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Mongolia: Ogedei and Continuing Conquests
Country Study > Chapter 1 > Historical Setting > Successors of Chinggis, 1228-59 > Ogedei and Continuing Conquests

OGEDEI AND CONTINUING CONQUESTS


In compliance with the will of the dead khan, a kuriltai at Karakorum in 1228 selected Ogedei as khan. The kuriltai also decided to launch a campaign against the Bulghars, Turks in the region of Kazan on the middle Volga River, and to complete the conquest of the outlying Western Xia territories. By 1229 Batu Khan, grandson of Chinggis, had defeated most of the Bulghar outposts, and in 1231 Ogedei sent an expedition to conquer the Korean Peninsula.

That same year, Ogedei decided to destroy Jin. He formed an alliance with the Song, then sent Tului southward with a large army into Jin territory. In 1232 in the middle of the campaign, Tului died, and Subetei took command. He continued on to besiege Kaifeng, the Jin capital. Despite the defenders' skillful use of explosives, the city fell to the Mongols after a year's siege. Subetei then completed the conquest of the Jin empire, driving many of the Jurchen back into their original homeland, but absorbing others into the Mongol army for the further conquest of China. Ogedei refused to divide the conquered region with the Song, which in 1234 attempted to seize part of the former Jin empire. This was the signal for another war, which lasted fortyfive years.

Ogedei committed the Mongols, whose total population could not have exceeded 1 million, to an offensive war against the most populous nation on earth, while other Mongol armies were invading Iran, Anatolia, Syria, and the steppes of western Siberia and Russia. By this time, ethnic Mongols were a minority of the Mongol armies. The remainder were Turks, Tatars, Tangut, Cumans, Bulghars, and other Inner Asian peoples. Nonetheless, the confidence with which the Mongol armies embarked on these farflung wars was almost as remarkable as the invariable success of their operations.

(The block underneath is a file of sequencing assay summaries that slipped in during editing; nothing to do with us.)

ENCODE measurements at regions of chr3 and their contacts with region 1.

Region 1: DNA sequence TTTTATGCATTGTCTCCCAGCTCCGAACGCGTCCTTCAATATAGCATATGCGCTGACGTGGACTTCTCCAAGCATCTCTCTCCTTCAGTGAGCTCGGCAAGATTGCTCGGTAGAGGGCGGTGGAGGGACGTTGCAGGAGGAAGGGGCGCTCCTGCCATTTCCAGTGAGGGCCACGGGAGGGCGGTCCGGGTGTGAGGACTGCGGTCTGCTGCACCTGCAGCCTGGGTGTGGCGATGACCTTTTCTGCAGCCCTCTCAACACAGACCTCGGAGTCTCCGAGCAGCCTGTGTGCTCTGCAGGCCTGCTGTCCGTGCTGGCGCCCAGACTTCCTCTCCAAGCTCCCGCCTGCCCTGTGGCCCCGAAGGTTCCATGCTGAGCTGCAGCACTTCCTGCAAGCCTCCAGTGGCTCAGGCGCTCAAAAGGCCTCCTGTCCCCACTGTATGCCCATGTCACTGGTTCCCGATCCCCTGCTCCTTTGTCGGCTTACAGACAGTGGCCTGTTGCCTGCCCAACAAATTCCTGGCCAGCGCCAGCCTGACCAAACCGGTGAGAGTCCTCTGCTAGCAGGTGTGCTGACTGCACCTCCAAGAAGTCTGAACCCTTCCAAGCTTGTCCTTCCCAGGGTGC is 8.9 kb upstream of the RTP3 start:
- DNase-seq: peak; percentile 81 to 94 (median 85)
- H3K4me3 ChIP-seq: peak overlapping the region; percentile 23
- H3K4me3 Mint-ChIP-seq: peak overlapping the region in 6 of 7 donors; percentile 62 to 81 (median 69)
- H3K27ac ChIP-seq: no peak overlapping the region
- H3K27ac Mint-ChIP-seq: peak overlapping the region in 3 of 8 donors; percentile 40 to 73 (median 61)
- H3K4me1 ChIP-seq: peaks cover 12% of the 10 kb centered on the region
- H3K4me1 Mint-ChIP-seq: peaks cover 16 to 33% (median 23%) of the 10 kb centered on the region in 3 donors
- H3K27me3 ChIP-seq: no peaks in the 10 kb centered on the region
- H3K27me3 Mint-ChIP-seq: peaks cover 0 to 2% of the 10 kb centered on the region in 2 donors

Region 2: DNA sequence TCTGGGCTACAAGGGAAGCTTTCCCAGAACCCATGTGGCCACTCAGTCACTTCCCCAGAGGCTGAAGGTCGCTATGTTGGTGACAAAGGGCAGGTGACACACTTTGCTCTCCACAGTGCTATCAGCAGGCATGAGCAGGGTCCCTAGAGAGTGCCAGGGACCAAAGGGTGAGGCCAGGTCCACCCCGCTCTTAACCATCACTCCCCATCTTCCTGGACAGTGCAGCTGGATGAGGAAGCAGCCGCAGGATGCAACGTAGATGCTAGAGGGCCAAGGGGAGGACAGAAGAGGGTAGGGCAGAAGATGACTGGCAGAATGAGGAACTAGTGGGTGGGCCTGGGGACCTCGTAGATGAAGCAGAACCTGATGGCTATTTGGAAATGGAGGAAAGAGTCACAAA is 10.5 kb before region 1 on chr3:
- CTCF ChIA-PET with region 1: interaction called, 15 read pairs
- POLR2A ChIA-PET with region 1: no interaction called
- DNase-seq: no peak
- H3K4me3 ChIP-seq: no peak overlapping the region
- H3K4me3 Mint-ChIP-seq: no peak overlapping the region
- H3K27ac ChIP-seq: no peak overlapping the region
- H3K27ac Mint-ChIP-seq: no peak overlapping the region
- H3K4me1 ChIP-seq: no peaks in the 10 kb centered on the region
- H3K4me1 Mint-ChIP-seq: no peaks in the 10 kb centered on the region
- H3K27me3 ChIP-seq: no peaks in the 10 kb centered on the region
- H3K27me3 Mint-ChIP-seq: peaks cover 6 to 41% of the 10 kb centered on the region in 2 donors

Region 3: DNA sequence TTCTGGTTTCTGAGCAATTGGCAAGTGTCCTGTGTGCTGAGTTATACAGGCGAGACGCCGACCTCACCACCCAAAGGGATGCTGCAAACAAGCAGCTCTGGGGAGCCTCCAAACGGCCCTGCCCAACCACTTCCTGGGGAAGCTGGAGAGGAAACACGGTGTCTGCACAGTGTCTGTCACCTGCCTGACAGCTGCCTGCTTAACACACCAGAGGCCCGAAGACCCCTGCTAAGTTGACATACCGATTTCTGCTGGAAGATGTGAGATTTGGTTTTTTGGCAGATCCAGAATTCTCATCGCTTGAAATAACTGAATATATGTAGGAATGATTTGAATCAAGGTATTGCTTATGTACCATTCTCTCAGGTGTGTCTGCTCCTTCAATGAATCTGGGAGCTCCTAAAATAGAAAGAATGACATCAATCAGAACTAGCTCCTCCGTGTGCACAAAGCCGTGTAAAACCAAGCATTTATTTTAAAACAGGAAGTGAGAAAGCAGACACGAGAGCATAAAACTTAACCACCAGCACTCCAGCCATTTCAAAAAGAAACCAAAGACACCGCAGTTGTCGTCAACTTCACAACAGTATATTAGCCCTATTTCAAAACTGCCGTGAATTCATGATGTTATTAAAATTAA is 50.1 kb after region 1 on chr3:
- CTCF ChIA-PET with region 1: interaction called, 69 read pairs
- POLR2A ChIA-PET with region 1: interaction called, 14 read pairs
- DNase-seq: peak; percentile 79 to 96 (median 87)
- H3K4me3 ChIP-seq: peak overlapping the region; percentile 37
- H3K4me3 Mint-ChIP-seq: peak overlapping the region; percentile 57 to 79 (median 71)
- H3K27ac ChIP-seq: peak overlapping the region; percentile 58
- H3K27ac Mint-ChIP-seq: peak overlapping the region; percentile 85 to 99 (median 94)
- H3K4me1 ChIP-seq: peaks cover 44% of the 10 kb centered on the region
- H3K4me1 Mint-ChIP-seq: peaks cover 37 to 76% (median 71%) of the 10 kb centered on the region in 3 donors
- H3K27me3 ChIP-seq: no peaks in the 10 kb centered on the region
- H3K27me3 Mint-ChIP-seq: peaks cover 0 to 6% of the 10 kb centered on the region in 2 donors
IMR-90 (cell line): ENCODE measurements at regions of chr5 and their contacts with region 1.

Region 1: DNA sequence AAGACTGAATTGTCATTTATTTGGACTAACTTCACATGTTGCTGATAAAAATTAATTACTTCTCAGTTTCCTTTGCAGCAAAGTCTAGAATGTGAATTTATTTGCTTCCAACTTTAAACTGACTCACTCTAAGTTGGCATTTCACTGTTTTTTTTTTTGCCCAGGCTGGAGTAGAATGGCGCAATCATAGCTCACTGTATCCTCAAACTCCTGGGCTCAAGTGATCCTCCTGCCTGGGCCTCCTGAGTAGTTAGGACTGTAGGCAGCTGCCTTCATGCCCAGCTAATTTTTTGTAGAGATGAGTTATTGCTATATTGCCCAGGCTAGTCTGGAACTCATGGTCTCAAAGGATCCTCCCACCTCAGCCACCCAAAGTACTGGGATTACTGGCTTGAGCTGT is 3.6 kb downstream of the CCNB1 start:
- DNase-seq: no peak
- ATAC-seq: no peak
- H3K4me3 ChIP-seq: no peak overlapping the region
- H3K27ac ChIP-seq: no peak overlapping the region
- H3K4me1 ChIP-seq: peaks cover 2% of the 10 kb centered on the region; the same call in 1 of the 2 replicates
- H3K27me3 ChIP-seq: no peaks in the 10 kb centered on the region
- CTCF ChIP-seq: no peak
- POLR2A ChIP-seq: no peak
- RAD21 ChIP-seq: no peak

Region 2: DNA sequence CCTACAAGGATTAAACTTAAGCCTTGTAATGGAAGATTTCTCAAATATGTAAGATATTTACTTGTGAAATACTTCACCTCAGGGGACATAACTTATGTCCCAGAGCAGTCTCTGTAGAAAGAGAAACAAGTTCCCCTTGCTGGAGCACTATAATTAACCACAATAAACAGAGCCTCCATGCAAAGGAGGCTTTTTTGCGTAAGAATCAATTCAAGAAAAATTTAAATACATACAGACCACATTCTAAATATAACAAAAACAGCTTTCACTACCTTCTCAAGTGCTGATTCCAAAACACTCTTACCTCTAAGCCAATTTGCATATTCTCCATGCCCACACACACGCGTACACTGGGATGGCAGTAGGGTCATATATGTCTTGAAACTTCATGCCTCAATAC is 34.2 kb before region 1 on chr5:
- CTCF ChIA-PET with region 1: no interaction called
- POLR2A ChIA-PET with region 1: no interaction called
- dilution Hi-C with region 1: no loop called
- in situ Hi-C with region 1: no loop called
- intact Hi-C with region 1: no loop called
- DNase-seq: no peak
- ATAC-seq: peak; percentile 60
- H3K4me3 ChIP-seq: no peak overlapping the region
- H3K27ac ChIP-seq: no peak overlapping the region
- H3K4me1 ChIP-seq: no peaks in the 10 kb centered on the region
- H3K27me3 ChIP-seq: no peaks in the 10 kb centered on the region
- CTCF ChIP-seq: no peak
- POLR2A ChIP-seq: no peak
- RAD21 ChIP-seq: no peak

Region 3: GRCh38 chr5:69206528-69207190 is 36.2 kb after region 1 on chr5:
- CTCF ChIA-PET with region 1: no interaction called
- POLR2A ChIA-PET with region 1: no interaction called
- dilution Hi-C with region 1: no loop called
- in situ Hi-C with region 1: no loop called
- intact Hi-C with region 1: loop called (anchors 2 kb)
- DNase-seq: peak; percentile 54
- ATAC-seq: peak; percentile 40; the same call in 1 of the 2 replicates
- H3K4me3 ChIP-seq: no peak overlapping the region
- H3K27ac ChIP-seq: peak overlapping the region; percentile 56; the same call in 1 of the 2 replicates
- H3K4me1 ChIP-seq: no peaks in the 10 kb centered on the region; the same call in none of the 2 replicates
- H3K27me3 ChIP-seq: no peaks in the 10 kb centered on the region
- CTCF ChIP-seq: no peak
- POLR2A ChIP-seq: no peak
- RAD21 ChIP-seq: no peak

In compliance with the wishes of Chinggis, as expressed presumably in his legal code, the yasaq, and central Siberia. He and his successors were known as the khans of the Chagadai Mongols. By implication, this realm extended indefinitely to the southwest, as Batu's did to the northwest. Ogedei and his progeny were awarded China and the other lands of East Asia. Tului, the youngest of the four principal heirs, was to have central Mongolia, the homeland, in accordance with Mongol custom. He and his descendants, however, were to share Mongolia's precious fighting manpower with the other three khanates.

The kuriltai of 1235 authorized at least two more major offensive operations: one against Tibet, the other in Eastern Europe. The Tibetan expedition was led by Godan, son of Ogedei, and the conquest was completed in 1239.

Data as of June 1989




Last Updated: June 1989


Editor's Note: Country Studies included here were published between 1988 and 1998. The Country study for Mongolia was first published in 1989. Where available, the data has been updated through 2008. The date at the bottom of each section will indicate the time period of the data. Information on some countries may no longer be up to date. See the "Research Completed" date at the beginning of each study on the Title Page or the "Data as of" date at the end of each section of text. This information is included due to its comprehensiveness and for historical purposes.

Note that current information from the CIA World Factbook, U.S. Department of State Background Notes, Australia's Department of Foreign Affairs and Trade Country Briefs, the UK's Foreign and Commonwealth Office's Country Profiles, and the World Bank can be found on Factba.se.

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